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Researcher expects winter pea interest to soar

Planting winter peas is economically comparable to winter wheat, Washington State University researcher Bill Schillinger says.
Matthew Weaver

Capital Press

Published on August 22, 2017 8:40AM

Last changed on August 22, 2017 4:06PM

Bill Schillinger, director of the Washington State University dryland research station in Lind, Wash., says winter peas are economically comparable to winter wheat in crop rotations.

Matthew Weaver/Capital Press File

Bill Schillinger, director of the Washington State University dryland research station in Lind, Wash., says winter peas are economically comparable to winter wheat in crop rotations.

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A researcher and a farmer agree that winter peas use less water than other crops, add nitrogen to the soil and help combat grassy weeds in a crop rotation with wheat.

Farmers and researchers have been looking for an alternative crop to winter wheat in the wheat-fallow cycle for a long time, said Bill Schillinger, director at the Washington State University research station in Lind.

He recently published a paper on the potential of winter peas for dryland farmers in the journal “Frontiers in Ecology and Evolution.”

Schillinger compared a winter pea-spring wheat-summer fallow rotation to a winter wheat-spring wheat-summer fallow rotation. He put on 50 pounds of nitrogen fertilizer an acre for winter wheat, but none for winter peas.

In Ritzville, pea yields averaged 2,200 pounds per acre over seven years, compared to 73 bushels per acre for winter wheat.

Spring wheat that follows winter peas has higher yields because winter peas introduce nitrogen into the soil and don’t use as much water, he said. In Ritzville, spring wheat yields averaged 34 bushels per acre after winter peas and 31 bushels per acre after winter wheat over seven years.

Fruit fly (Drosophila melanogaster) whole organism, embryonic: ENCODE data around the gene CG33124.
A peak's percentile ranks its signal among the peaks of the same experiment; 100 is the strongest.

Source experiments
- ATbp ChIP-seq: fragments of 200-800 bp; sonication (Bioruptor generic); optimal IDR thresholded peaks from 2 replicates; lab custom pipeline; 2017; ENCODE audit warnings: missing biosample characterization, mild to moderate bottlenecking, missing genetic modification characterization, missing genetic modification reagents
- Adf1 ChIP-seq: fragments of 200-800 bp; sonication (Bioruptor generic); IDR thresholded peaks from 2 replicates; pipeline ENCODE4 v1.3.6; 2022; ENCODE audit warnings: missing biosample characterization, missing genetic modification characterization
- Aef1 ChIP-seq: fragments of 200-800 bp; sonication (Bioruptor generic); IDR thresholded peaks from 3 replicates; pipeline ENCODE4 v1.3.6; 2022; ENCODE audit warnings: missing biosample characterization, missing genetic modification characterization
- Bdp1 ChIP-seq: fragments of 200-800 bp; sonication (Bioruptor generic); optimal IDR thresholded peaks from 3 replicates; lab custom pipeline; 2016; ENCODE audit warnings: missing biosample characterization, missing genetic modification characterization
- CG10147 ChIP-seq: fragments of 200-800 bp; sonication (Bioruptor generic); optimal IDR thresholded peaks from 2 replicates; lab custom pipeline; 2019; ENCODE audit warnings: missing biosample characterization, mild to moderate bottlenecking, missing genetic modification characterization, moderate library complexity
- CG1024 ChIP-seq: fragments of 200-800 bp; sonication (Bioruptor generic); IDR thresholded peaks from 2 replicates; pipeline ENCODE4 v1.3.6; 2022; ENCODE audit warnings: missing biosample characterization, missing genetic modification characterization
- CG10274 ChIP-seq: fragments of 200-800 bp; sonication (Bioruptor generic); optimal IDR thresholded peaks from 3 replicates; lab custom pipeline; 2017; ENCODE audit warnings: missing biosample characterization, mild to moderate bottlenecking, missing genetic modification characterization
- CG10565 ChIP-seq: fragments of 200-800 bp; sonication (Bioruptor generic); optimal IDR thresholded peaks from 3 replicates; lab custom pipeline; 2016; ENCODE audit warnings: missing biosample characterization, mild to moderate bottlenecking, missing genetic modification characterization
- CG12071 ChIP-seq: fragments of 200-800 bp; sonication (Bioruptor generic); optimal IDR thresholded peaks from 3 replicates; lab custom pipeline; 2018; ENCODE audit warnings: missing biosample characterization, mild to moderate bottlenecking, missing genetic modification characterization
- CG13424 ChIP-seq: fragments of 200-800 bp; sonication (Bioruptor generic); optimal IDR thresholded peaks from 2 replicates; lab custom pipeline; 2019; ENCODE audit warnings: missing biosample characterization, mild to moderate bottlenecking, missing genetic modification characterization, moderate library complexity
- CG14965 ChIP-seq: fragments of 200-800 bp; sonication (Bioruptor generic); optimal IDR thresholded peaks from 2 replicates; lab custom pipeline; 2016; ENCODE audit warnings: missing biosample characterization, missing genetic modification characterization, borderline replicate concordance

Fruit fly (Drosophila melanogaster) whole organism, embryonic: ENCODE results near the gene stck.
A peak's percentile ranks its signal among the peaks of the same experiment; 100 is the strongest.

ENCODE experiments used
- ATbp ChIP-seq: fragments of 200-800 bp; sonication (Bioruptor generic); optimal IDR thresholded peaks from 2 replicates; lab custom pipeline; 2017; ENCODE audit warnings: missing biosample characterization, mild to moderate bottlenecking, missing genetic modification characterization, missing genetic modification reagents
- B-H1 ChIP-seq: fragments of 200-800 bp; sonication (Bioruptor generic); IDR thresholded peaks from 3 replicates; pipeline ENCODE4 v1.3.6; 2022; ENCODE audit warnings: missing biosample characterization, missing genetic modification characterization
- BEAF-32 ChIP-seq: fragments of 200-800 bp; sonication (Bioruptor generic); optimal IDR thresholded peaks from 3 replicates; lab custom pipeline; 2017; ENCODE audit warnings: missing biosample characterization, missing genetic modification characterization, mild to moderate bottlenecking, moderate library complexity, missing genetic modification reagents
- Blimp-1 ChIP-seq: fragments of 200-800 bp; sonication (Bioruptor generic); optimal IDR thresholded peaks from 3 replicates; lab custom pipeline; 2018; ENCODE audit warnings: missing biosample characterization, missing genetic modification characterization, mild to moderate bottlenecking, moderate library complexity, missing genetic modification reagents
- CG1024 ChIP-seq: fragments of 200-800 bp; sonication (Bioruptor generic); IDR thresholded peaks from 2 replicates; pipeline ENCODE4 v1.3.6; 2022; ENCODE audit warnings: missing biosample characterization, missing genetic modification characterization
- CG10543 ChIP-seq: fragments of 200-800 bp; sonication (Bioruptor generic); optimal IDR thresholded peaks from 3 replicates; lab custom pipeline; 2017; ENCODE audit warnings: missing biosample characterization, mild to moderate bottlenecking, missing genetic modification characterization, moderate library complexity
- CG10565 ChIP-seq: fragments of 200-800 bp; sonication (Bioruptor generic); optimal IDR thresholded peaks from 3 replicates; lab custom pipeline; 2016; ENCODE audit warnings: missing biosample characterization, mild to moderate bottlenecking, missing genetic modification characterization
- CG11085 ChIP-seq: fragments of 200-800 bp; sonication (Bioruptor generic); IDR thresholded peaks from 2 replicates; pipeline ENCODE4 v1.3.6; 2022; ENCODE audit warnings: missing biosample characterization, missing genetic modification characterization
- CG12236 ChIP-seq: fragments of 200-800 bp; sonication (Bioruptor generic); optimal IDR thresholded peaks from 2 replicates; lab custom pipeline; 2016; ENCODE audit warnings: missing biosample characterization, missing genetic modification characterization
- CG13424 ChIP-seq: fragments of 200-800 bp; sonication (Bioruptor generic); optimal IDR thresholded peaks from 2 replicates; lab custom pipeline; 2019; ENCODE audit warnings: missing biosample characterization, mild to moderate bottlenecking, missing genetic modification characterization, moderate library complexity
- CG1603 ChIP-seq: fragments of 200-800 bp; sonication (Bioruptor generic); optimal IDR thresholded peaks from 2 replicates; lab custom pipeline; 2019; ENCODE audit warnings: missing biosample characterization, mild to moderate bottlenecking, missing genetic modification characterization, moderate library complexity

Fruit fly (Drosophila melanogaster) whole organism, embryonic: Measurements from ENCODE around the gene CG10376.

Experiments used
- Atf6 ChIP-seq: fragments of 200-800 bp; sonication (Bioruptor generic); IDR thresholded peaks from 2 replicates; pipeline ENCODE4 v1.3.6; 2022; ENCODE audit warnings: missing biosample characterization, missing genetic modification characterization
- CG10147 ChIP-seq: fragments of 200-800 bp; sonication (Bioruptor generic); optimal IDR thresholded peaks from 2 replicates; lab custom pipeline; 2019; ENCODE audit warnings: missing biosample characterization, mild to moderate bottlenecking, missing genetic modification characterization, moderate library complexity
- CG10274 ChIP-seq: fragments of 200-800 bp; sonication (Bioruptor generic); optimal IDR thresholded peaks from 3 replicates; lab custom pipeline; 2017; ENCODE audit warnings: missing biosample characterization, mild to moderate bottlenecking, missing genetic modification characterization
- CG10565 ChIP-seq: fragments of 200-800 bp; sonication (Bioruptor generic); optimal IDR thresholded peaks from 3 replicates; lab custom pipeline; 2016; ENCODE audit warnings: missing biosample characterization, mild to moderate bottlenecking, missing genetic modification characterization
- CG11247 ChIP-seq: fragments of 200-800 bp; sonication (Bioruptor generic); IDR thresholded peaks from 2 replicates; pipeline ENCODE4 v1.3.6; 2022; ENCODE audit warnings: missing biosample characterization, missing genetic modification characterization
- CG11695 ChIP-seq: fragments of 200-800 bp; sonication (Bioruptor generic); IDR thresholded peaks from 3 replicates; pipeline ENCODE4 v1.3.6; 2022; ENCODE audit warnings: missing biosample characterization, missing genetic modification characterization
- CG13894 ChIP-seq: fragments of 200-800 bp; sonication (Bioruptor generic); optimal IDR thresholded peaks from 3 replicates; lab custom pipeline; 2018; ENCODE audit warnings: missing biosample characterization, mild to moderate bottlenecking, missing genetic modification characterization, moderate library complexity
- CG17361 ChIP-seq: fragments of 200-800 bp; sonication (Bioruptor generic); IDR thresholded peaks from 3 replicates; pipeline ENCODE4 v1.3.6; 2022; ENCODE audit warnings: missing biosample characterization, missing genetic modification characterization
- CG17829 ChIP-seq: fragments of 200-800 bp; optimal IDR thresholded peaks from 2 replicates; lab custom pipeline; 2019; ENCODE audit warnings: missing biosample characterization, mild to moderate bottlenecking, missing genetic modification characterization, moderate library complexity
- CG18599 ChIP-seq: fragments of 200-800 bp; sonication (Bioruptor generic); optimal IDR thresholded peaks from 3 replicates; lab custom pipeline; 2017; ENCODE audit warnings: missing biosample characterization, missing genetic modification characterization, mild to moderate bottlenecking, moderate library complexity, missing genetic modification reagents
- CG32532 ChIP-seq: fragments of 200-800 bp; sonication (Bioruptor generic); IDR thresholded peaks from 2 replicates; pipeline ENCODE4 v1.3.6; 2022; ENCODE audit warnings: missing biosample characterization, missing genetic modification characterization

Potential winter pea markets include food aid, cover crops and pet food, Schillinger said. Farmers receive 10 to 20 cents per pound.

Schillinger’s research team used the edible pea variety Windham, which, he said, is not the best fit for the market. Newer varieties have better qualities.

Winter pea production has increased each year, and Schillinger foresees demand taking off. The state has 20,000 winter pea acres, but he believes it could double — and then double again.

Ritzville farmer Ron Jirava worked with Schillinger, raising 20 acres of winter peas last year and increasing to 50 acres this year. He plans to increase to 300 acres next year.

Winter peas helped Jirava control goatgrass.

Jirava expects more grower acceptance for winter peas.

“If they don’t, I’m going to be kind of flabbergasted, because they’re so easy,” he said. “I can plant my peas, it could rain an inch and a half on them and they’re going to come up.”

Jirava recommends farmers know the ground’s chemical history. Some herbicide residuals will hurt winter peas, he said.

Jirava said winter peas cost a little more for seed than wheat, but don’t require fertilizer and leave some left over in the soil.

“The yield we’ve seen has made me comfortable enough to (say), ‘This is a good tool for goatgrass and cheatgrass control,’” he said. “We’ve got all these different ‘tools in our toolbox’ — that little catchphrase. We might as well make use of all of them.”



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